Probably not totally apocryphal.
Chou En Lai was reportedly once asked what he thought
was the historic impact of the French Revolution. After considering the question
for a moment he replied:
It's too soon to tell. This
story shows up in a few different versions. Sometimes it's reported as being told
to Kissinger himself, sometimes, as in the version quoted below, to Nixon, and
sometimes a full twenty years earlier to someone else. It's a good guess that
Chou En Lai actually said this, though precisely when, or to whom, isn't clear.
This particular example is taken from one
of the various web reports of the event - as usual, used by someone for his
or her own reasons:
Legend has it that, while preparing
Richard Nixon for his historic visit to China in 1972, Henry Kissinger mentioned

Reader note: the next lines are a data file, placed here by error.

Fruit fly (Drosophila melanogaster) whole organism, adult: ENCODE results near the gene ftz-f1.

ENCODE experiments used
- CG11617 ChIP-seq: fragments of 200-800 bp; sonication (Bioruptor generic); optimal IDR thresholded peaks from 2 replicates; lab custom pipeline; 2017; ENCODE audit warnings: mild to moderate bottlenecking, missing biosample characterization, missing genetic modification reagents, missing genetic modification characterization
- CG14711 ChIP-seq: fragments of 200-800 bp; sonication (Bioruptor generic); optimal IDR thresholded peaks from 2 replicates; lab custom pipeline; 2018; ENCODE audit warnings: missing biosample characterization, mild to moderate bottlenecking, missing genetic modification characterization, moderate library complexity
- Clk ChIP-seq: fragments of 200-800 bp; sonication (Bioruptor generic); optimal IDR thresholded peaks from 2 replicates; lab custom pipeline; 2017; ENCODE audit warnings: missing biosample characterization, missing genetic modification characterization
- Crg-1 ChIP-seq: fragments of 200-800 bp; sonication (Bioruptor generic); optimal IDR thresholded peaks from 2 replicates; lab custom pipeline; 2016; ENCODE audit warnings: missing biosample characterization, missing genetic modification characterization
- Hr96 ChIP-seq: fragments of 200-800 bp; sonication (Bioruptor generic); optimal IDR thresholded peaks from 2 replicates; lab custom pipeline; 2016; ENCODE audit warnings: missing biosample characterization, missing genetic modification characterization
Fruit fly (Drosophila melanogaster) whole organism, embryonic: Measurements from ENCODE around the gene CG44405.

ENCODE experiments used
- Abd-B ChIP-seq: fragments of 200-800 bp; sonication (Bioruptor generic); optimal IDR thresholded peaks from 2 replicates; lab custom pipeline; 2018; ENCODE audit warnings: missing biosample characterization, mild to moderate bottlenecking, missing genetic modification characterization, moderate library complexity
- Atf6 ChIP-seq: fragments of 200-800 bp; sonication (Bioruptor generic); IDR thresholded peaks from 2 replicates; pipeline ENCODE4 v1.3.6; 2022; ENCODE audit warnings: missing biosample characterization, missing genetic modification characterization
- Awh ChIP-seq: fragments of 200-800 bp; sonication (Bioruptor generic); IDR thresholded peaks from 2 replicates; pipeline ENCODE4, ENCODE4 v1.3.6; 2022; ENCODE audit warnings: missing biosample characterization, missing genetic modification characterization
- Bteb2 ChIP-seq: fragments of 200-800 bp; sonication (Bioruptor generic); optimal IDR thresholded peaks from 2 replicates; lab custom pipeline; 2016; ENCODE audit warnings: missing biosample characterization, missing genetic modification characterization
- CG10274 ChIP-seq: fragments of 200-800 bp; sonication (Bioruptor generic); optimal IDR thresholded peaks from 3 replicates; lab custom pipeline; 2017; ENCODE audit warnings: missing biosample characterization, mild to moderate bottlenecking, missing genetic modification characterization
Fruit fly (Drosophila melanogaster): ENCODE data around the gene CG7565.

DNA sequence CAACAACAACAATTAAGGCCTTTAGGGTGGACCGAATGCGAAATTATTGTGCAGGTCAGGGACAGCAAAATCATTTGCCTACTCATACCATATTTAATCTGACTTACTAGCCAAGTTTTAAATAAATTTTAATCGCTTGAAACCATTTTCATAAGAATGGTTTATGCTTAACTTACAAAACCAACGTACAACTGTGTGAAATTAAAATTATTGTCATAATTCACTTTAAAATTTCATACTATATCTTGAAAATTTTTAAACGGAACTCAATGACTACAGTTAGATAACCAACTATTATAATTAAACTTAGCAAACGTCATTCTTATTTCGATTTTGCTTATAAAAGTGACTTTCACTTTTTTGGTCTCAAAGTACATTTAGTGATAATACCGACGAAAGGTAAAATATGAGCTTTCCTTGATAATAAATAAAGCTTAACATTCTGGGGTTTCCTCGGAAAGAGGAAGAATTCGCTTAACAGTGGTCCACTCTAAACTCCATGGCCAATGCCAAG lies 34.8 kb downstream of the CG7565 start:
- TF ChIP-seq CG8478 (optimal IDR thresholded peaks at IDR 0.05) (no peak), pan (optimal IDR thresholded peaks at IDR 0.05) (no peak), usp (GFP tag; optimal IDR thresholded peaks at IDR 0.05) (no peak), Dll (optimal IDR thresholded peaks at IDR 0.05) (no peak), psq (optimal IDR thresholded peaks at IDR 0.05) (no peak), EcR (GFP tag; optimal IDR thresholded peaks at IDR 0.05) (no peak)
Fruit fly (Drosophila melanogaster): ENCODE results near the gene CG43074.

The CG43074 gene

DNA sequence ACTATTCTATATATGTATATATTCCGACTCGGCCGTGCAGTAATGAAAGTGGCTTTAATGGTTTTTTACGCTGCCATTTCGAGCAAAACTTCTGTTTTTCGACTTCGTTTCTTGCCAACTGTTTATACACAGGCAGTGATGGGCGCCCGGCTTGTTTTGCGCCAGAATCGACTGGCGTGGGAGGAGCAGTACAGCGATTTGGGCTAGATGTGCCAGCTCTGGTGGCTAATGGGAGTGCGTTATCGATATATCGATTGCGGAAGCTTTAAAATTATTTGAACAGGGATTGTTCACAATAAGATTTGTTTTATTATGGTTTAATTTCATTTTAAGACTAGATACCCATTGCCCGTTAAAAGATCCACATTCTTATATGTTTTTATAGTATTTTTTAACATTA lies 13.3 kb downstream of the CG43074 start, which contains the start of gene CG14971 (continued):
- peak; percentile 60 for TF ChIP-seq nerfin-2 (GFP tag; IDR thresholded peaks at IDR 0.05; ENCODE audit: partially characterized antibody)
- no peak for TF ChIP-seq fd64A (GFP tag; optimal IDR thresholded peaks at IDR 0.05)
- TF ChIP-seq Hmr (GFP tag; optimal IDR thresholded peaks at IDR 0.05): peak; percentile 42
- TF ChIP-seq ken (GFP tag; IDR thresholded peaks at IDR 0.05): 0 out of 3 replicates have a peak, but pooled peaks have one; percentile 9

that Chinese Prime Minister Chou En-Lai was an avid student of French history.
During his trip, Nixon met with Chou En-Lai in the walled garden of the Forbidden
City. As they walked slowly around the lily ponds, Nixon remembered Kissinger's
comment. To break the ice, he asked Chou what he thought had been the impact of
the French revolution on western civilization. Chou En-Lai considered the question
for a few moments. Finally, he turned to Nixon and replied, "The impact of the
French revolution on western civilization -- too early to tell." And
of course in that respect the jury is still out on many historic events.
Go to: Are
crowds really that smart?